Cooking Bali Style
In keeping with my eat, pray, love theme in Ubud (…and since I’m going to culinary school in two weeks)- I had to take a Balinese cooking class. I signed up for a half day class at Casa Luna- a restaurant and hotel in Ubud which also has cooking classes. The class started at 9:30 and there were about 10 other people in it. We started with Hibiscus tea (literally red hibiscus flowers soaked in hot water with some lime juice and simple syrup- YUM-O). Our teacher, Aman, started the class by taking us through the list of ingredients we would be using. Most of them we were familiar with (cloves, coriander, nutmeg, garlic, ginger, turmeric) however they were Balinese variations of each ingredient so to find these in America you would need to go to a specialty Asian food store. It was really interesting because many of their ingredients that are so pungent in America (garlic and salt for example) actually have a softer and more natural flavoring to them in Bali. They also sweetened everything with palm sugar that was turned into syrup. This was incredible and tasted like a mild maple syrup.
The first item we made was Rujak - a sweet and sour salad. The ingredients for the salad are melon, pineapple and cucumbers and the dressing consists of chilli, shrimp paste, tamarind, palm sugar syrup and salt. We watched Aman make the salad and quickly realized that instead of following recipes and measurements, everything was just ‘Bali sized ’ aka a lot. Bali sized cup of garlic, Bali sized pinch of salt, Bali sized tablespoon of palm sugar. Fine by me! The salad was really interesting and dynamic. Luckily the chef held back on the chili flavoring for us amateurs, however, he said Balinese people usually have three times the amount of spice that he used. Yikes.
After the salad we made chicken satay with peanut sauce. The chicken satay had an awesome marinade with kecap manis (thick sweet soy sauce), shredded kafir lime leaves, garlic, oil, black and white pepper. They were grilled on a long small charcoal grill that really gave them good char and flavor.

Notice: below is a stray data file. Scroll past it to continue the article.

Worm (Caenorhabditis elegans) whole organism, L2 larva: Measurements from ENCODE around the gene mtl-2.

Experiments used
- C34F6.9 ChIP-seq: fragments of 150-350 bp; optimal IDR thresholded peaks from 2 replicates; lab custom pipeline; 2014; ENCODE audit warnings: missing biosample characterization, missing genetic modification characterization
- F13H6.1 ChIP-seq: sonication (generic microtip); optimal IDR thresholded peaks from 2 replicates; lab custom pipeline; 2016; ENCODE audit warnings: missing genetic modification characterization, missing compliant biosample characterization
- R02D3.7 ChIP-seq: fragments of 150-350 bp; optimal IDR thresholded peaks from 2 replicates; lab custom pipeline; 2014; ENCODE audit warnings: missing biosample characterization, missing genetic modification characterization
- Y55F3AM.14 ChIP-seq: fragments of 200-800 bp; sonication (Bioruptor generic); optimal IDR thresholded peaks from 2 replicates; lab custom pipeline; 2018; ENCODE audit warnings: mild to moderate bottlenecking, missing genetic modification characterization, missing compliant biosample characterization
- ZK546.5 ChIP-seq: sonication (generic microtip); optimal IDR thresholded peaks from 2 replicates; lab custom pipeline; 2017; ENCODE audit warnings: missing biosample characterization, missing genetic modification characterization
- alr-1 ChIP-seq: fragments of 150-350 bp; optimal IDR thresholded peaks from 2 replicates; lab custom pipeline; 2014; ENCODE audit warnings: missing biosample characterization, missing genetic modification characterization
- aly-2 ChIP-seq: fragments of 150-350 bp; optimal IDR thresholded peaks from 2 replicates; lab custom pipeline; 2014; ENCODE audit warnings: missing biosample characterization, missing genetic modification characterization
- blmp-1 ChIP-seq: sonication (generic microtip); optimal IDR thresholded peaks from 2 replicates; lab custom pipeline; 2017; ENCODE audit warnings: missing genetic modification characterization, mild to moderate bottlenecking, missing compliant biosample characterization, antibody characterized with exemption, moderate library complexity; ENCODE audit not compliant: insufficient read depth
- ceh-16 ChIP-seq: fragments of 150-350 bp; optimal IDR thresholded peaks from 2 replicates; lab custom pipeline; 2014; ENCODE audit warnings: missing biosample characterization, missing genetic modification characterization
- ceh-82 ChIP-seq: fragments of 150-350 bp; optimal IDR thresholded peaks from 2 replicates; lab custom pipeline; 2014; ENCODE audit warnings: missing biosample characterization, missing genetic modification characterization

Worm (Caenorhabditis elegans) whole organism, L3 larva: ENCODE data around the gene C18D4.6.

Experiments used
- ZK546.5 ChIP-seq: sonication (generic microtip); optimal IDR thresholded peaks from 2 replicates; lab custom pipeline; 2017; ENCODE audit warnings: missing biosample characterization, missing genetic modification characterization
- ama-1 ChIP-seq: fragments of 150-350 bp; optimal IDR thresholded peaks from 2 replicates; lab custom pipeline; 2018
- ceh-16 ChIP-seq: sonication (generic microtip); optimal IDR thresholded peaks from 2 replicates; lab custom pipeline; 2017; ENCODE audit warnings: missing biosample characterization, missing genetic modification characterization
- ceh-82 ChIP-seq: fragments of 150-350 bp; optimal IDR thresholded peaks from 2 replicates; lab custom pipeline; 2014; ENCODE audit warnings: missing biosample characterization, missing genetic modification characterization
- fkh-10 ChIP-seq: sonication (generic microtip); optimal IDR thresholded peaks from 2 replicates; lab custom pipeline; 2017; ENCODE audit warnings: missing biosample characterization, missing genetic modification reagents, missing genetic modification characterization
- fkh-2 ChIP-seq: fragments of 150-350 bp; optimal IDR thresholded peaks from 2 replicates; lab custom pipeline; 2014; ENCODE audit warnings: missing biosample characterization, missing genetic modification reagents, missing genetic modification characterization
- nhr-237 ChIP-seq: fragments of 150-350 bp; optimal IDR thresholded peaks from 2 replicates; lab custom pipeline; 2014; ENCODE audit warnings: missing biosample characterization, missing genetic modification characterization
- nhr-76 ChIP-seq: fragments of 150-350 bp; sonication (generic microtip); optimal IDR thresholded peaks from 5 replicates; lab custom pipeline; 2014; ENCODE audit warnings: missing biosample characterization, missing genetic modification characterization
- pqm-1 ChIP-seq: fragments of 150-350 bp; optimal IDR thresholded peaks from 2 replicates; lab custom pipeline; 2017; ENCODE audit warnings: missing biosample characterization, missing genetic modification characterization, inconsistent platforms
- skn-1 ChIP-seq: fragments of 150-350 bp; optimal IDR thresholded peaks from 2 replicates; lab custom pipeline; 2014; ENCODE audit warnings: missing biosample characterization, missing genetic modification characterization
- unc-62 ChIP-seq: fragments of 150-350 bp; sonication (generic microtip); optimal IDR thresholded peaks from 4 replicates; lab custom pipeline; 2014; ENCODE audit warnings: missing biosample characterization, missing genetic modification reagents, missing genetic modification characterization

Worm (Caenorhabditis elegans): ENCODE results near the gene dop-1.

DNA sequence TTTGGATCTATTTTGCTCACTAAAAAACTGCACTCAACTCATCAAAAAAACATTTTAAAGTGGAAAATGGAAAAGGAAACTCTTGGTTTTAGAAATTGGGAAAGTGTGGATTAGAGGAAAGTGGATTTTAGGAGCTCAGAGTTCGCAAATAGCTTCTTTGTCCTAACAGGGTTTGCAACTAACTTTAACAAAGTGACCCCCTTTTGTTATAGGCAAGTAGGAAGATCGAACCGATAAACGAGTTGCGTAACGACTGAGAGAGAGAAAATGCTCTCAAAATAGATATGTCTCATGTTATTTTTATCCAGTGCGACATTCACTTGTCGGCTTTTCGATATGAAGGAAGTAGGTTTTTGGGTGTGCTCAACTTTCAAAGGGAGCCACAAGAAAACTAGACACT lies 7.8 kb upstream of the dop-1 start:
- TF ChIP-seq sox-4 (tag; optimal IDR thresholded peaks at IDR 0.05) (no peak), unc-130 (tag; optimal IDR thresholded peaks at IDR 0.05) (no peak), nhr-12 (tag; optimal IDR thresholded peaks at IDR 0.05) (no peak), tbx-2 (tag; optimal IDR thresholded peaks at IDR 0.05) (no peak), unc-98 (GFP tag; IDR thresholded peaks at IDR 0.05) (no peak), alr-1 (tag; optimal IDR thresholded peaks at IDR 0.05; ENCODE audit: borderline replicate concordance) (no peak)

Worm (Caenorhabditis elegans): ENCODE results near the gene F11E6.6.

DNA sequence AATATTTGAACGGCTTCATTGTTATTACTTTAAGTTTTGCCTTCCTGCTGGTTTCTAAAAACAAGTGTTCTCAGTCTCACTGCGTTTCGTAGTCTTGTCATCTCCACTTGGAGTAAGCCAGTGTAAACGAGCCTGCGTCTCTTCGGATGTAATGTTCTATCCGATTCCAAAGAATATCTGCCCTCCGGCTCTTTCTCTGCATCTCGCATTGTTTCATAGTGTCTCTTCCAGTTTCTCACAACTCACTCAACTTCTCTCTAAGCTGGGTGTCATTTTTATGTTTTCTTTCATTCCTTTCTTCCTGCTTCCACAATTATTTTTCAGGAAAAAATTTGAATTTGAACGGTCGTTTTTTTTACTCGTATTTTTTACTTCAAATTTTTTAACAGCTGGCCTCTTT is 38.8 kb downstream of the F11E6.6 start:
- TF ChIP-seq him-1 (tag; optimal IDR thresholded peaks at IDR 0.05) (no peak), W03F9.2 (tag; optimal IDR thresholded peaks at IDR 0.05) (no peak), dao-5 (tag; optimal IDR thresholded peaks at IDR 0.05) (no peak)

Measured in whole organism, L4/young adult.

The main attraction for me was the peanut sauce or Bumbu Pecel. This was incredible. It was like Balinese peanut butter and was served both with the chicken satay and with rice crackers (aka Balinese chips and guacamole). I will give you the short run down. It starts with fried peanuts and garlic. These are put into a mortar and pestle and are molded into a crunchy paste. This is then mixed with a chili, onion and tomato paste. To that mixture, you add kecap manis, lime leaves, lime juice, a bit of palm sugar and a bit of warm water. Throw in some sea salt and you’ve got the most amazing peanut butter ever made.
The next dish was Nasi Goreng or Indonesian Fried Rice. This is Indonesia’s most famous dish. The cooking part of the rice was easy, the preparation, however, was very extensive. A lot of ingredients go into this dish to make it so flavorful and delicious. Shallots, garlic, chili, leek, bok choy, cabbage, tomato sauce, kecap manis, fish sauce, light soy sauce, chicken and, obviously, rice. It was amazing how light and healthy this rice tasted. All of the ingredients were so fresh and local (including the chicken!) which made it that much more enjoyable.
We also had a shredded carrot and cucumber salad which was delicious and super easy to make. It was literally carrot, cucumber, rice vinegar, sugar and sea salt. Voila!
The dessert we made was so simple I’m already thinking of different versions to make when I get to school. It was boiled coconut milk with pineapples and bananas- to that we added some palm sugar, cinnamon, tapioca flour and vanilla. This was served over vanilla ice cream. All of the flavors really complimented each other and it was so easy.
The cooking class was excellent and by far the highlight of my trip so far. I would highly recommend this class to anyone traveling to Ubud! Our teacher was so friendly and I feel like I learned a lot. It was interesting to me that the whole ‘farm to table’ movement isn’t really a concept there because most restaurants are inherently farm to table and don’t know any different. I wasn’t sure if I would be inspired by the food during my trip to SE Asia but I think there is so much to learn from their simplistic style of cooking. Although I’ve only explored Singaporian and Balinese food I think that the farm to table concept really translates. It’s all about bringing out the best possible flavor in really quality, basic ingredients.